From the moment that FKA Twigs unveiled the album artwork for Magdalene, her highly anticipated follow up to 2014’s critically acclaimed LP1, a five-year wait somehow felt worth it. The album’s nine cinematic and deeply introspective tracks, each accomplished works of art on their own, amount to a remarkable gestalt, an operatic tour de force that soundtracks years of highly publicized personal struggles. Since LP1, Twigs split from long-term boyfriend Robert Pattinson and had six fruit-size fibroid tumors removed from her uterus, jeopardizing her ability to physically express her music through dance and theatrics. (“I never thought heartbreak could be so all-encompassing… that my body could stop working to the point that I couldn’t express myself in the ways that I’ve always loved and found so much solace,” she said in a statement.)
Magdalene recounts the fraught narrative of a devastated woman looking inward to reclaim her autonomy from the unforgiving public eye and a body that was failing her. Welcoming us inside this universe is the disarmingly vulnerable album artwork crafted by British artist and longtime collaborator Matthew Stone, whose work often deconstructs the human form through a combination of painting and digital manipulation. The cover image, as well as the album’s two accompanying visuals, depict Twigs as a humanoid figure lavishly adorned with Stone’s signature sweeping brushstrokes and kaleidoscopic, dimension-blurring expressionism—an ideal visual counterpart to Magdalene’s lush production and ethos of empowerment. “The way she uses her voice, both emotionally and lyrically, feels so grounded, and I wanted to reflect that in some way,” he tells me over the phone.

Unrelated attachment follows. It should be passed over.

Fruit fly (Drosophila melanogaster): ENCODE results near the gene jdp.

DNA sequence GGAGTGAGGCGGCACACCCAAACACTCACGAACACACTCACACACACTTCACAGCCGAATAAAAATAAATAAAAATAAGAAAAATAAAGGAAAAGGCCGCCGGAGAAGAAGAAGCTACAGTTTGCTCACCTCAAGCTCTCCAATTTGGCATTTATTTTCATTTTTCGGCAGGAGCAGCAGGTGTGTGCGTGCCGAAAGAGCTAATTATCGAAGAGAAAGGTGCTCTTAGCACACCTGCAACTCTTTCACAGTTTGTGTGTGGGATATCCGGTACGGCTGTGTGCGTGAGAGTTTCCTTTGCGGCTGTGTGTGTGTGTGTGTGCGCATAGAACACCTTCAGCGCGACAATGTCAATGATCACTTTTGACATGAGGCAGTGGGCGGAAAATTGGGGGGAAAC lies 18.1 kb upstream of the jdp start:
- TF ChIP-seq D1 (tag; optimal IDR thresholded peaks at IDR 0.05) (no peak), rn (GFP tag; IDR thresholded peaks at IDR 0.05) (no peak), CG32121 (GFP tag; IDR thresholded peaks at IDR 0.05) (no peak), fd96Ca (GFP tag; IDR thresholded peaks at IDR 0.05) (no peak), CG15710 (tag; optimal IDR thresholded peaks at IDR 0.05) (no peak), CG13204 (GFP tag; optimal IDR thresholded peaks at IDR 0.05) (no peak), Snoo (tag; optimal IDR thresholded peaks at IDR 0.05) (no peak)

Stone’s multilayered process, which oscillates between analog and digital, begins by painting on glass and translating images of his compositions onto the computer. “I make individual bust gestures, photograph them in high resolution, carve them out digitally, and work with various 3D modeling software to combine those images of paint in a way that suggests form,” he says. “It brings an uncanny digital feeling to what’s essentially a painterly image,” which he prints on linen canvas.
Twigs and her creative director, Matthew Josephs, first approached Stone in January with a series of visual references and an unfinished demo of the album. “What I really noticed about Magdalene was how Twigs was removing these layers of vulnerability,” he says, referencing the figure’s clay-like adobe complexion, which chips away to reveal a hollowed-out woman who, despite it all, presides like a monarch over her fractured domain. Traces of Leonor Fini, the late Argentine surrealist painter who often depicted strong women, are evident, as well as the demise of Cleopatra. (Look closely: Magdalene’s braid morphs into the asp that purportedly poisoned the Egyptian pharaoh, throwing her kingdom into disarray.)
Much like Fini’s muses, Twigs ultimately reclaims her downfall, elevating it into a life-affirming inner sanctum. “I’m constantly inspired by the physical presence Twigs brings to her performances,” Stone tells It’s Nice That. And his depiction of that strength is unrelenting: The figure’s exaggerated muscle definition bucks gender, while her marble-like eyeballs, glazed with gentle brushstrokes, suggest a casual conviction. By the time Magdalene’s 39-minute adventure draws to a close, she feels less like a doomed heroine rather than a close confidante whose journey toward the sublime has become universal.